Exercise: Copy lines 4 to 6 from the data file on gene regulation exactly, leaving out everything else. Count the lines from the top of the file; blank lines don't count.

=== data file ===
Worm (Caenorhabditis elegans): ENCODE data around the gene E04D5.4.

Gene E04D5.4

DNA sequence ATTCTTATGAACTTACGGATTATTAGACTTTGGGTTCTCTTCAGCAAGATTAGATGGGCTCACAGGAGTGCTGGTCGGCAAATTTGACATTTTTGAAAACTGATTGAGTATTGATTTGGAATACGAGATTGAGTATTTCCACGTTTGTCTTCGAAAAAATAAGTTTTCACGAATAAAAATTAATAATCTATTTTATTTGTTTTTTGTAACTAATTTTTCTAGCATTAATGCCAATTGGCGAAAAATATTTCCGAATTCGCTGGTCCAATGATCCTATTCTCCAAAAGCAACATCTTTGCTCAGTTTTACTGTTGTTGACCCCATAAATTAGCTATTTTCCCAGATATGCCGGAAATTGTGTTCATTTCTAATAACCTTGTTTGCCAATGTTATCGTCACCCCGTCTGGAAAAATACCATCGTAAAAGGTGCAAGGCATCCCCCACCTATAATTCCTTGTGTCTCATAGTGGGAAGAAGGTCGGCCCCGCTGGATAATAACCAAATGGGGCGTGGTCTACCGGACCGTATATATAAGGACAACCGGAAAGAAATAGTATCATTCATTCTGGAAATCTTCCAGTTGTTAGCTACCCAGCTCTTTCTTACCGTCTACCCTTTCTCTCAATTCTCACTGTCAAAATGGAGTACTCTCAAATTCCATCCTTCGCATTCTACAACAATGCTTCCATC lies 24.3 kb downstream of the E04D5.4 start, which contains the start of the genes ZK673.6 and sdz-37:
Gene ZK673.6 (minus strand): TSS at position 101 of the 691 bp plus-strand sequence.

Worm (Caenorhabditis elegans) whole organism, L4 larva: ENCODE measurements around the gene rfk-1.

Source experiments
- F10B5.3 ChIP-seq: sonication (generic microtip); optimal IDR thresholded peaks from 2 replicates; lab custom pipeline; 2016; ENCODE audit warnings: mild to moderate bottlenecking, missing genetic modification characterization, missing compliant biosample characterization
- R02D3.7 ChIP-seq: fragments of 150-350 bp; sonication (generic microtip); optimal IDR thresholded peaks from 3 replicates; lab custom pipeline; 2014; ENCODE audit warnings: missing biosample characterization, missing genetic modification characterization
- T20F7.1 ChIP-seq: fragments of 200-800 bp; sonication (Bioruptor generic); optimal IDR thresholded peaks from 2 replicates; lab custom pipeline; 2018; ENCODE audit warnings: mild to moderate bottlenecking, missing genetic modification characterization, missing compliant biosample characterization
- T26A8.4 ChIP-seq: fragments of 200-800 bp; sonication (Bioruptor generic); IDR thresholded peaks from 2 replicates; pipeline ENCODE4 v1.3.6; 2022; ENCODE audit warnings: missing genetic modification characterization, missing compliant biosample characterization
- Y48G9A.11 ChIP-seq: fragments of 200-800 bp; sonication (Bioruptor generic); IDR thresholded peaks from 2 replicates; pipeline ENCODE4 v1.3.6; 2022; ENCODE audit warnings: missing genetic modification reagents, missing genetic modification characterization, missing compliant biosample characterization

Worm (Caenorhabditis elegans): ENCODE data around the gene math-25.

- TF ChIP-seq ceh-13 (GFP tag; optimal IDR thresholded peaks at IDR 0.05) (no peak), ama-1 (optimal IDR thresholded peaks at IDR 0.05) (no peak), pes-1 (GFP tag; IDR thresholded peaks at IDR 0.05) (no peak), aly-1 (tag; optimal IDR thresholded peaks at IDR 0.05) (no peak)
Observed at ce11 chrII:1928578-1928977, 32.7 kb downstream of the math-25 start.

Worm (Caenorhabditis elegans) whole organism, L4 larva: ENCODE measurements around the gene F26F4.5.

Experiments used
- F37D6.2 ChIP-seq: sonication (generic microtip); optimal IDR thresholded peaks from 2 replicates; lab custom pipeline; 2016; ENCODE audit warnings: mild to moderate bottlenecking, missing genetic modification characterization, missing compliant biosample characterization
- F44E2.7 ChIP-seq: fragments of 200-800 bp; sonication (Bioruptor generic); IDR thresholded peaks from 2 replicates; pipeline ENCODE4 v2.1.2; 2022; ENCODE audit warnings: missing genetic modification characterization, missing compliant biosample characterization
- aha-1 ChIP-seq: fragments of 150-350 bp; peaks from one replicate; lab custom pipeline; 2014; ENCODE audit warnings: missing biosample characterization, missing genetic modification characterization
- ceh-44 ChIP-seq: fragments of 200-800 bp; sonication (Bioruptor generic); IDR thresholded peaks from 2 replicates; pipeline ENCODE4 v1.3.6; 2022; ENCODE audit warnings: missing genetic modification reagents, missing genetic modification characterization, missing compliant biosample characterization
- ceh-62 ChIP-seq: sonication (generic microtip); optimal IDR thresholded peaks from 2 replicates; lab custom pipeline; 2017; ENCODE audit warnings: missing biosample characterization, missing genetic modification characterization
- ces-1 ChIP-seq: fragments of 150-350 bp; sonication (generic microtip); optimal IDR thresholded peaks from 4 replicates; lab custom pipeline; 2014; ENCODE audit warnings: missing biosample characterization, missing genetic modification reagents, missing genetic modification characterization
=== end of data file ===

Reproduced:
Gene ZK673.6 (minus strand): TSS at position 101 of the 691 bp plus-strand sequence.

Worm (Caenorhabditis elegans) whole organism, L4 larva: ENCODE measurements around the gene rfk-1.

Source experiments